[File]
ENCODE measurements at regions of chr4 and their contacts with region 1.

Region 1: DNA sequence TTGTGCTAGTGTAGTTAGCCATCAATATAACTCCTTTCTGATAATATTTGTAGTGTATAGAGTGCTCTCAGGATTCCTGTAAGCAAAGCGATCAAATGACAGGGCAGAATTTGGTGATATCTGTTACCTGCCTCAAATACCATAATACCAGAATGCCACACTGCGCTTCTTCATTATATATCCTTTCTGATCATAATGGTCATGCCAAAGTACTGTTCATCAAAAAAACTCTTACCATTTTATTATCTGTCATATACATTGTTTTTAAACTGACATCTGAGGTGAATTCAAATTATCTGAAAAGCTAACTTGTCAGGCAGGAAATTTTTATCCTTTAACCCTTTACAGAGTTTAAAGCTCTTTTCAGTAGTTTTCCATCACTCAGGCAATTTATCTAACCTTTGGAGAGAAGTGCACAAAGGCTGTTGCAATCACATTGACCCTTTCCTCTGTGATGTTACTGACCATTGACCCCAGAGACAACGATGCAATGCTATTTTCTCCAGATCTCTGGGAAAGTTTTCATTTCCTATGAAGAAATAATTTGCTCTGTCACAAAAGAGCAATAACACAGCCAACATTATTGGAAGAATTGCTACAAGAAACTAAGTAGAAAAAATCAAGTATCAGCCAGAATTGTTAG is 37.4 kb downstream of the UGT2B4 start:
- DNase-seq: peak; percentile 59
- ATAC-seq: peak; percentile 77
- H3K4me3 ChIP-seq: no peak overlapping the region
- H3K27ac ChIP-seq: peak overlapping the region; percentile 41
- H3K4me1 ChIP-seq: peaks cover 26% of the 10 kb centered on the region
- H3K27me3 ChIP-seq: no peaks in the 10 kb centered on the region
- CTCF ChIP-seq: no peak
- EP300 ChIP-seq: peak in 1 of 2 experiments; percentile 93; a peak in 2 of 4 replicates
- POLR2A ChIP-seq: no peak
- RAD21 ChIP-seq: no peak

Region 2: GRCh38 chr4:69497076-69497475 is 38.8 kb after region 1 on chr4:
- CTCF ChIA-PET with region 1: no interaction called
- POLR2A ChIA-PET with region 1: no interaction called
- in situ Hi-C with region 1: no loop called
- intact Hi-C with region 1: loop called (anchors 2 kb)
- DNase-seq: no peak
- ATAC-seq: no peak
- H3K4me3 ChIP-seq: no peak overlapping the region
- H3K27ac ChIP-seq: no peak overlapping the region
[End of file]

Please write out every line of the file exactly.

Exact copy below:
ENCODE measurements at regions of chr4 and their contacts with region 1.

Region 1: DNA sequence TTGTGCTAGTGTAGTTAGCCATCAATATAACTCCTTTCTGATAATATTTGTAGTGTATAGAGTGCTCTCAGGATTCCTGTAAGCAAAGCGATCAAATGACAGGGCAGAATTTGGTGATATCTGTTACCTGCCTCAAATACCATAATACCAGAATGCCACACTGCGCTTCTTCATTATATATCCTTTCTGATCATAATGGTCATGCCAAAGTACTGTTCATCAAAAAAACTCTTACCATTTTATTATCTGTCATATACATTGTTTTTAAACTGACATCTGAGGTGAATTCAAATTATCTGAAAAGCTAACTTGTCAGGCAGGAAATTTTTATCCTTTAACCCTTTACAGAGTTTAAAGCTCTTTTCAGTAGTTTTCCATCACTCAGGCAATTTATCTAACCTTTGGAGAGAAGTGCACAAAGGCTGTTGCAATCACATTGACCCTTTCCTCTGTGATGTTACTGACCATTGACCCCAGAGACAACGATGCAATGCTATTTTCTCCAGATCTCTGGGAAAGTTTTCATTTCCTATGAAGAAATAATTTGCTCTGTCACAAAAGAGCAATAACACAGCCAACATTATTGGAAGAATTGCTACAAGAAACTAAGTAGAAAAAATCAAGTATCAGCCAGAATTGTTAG is 37.4 kb downstream of the UGT2B4 start:
- DNase-seq: peak; percentile 59
- ATAC-seq: peak; percentile 77
- H3K4me3 ChIP-seq: no peak overlapping the region
- H3K27ac ChIP-seq: peak overlapping the region; percentile 41
- H3K4me1 ChIP-seq: peaks cover 26% of the 10 kb centered on the region
- H3K27me3 ChIP-seq: no peaks in the 10 kb centered on the region
- CTCF ChIP-seq: no peak
- EP300 ChIP-seq: peak in 1 of 2 experiments; percentile 93; a peak in 2 of 4 replicates
- POLR2A ChIP-seq: no peak
- RAD21 ChIP-seq: no peak

Region 2: GRCh38 chr4:69497076-69497475 is 38.8 kb after region 1 on chr4:
- CTCF ChIA-PET with region 1: no interaction called
- POLR2A ChIA-PET with region 1: no interaction called
- in situ Hi-C with region 1: no loop called
- intact Hi-C with region 1: loop called (anchors 2 kb)
- DNase-seq: no peak
- ATAC-seq: no peak
- H3K4me3 ChIP-seq: no peak overlapping the region
- H3K27ac ChIP-seq: no peak overlapping the region